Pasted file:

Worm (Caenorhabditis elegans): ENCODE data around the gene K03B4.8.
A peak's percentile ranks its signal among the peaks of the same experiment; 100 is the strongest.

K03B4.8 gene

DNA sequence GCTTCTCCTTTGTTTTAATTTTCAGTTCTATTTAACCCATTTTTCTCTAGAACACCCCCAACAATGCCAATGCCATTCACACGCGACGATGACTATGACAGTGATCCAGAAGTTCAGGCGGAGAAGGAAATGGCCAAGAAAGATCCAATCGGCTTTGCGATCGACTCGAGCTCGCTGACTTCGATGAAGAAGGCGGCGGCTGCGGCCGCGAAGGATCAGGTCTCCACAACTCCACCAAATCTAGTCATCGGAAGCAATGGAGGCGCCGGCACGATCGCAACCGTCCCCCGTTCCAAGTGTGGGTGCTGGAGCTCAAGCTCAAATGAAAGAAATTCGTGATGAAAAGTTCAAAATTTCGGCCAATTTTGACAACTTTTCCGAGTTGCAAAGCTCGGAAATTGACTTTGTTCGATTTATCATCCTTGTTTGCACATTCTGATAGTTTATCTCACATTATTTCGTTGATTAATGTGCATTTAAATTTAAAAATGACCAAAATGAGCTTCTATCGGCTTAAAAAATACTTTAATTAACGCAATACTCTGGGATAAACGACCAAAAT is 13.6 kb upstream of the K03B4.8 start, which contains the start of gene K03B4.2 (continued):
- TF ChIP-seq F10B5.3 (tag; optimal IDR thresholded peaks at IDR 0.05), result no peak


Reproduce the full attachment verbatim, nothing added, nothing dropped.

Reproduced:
Worm (Caenorhabditis elegans): ENCODE data around the gene K03B4.8.
A peak's percentile ranks its signal among the peaks of the same experiment; 100 is the strongest.

K03B4.8 gene

DNA sequence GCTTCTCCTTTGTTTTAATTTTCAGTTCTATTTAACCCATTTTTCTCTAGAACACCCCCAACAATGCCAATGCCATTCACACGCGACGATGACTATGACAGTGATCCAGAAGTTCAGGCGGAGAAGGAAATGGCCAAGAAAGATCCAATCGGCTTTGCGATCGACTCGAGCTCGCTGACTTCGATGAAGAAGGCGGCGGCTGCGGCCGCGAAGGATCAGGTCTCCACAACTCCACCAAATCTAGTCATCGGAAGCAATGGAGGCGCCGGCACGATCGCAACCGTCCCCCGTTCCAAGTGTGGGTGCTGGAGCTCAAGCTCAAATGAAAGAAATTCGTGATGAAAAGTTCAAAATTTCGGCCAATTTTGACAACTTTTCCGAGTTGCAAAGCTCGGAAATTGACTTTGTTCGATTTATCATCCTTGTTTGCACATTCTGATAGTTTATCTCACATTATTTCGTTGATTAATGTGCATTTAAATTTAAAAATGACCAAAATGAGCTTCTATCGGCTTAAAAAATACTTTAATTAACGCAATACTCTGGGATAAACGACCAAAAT is 13.6 kb upstream of the K03B4.8 start, which contains the start of gene K03B4.2 (continued):
- TF ChIP-seq F10B5.3 (tag; optimal IDR thresholded peaks at IDR 0.05), result no peak